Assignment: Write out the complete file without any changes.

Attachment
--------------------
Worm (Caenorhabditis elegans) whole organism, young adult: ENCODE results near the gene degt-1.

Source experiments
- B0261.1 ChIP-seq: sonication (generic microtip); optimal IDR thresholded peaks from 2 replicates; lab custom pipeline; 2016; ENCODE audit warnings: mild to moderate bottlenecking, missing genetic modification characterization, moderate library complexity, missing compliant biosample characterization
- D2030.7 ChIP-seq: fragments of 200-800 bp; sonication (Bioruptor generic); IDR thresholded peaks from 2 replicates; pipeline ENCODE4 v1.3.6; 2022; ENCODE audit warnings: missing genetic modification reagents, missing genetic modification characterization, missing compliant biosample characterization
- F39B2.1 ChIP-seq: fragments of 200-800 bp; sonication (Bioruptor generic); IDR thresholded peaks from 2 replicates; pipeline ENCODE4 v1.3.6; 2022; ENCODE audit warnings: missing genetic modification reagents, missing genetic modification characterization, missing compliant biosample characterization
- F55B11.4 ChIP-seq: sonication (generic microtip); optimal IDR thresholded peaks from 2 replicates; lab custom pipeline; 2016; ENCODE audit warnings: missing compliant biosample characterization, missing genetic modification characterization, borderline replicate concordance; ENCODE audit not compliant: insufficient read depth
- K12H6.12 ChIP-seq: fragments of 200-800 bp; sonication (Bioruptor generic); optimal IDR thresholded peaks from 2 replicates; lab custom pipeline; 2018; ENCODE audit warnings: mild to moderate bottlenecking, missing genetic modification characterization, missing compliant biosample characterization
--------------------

Worm (Caenorhabditis elegans) whole organism, young adult: ENCODE results near the gene degt-1.

Source experiments
- B0261.1 ChIP-seq: sonication (generic microtip); optimal IDR thresholded peaks from 2 replicates; lab custom pipeline; 2016; ENCODE audit warnings: mild to moderate bottlenecking, missing genetic modification characterization, moderate library complexity, missing compliant biosample characterization
- D2030.7 ChIP-seq: fragments of 200-800 bp; sonication (Bioruptor generic); IDR thresholded peaks from 2 replicates; pipeline ENCODE4 v1.3.6; 2022; ENCODE audit warnings: missing genetic modification reagents, missing genetic modification characterization, missing compliant biosample characterization
- F39B2.1 ChIP-seq: fragments of 200-800 bp; sonication (Bioruptor generic); IDR thresholded peaks from 2 replicates; pipeline ENCODE4 v1.3.6; 2022; ENCODE audit warnings: missing genetic modification reagents, missing genetic modification characterization, missing compliant biosample characterization
- F55B11.4 ChIP-seq: sonication (generic microtip); optimal IDR thresholded peaks from 2 replicates; lab custom pipeline; 2016; ENCODE audit warnings: missing compliant biosample characterization, missing genetic modification characterization, borderline replicate concordance; ENCODE audit not compliant: insufficient read depth
- K12H6.12 ChIP-seq: fragments of 200-800 bp; sonication (Bioruptor generic); optimal IDR thresholded peaks from 2 replicates; lab custom pipeline; 2018; ENCODE audit warnings: mild to moderate bottlenecking, missing genetic modification characterization, missing compliant biosample characterization